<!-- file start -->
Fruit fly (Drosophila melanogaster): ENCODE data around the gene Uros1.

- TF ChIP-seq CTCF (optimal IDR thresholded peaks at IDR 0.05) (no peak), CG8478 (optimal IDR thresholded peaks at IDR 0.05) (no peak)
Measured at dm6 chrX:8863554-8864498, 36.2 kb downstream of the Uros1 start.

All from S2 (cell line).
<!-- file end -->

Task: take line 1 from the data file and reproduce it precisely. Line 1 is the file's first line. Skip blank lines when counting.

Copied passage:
Fruit fly (Drosophila melanogaster): ENCODE data around the gene Uros1.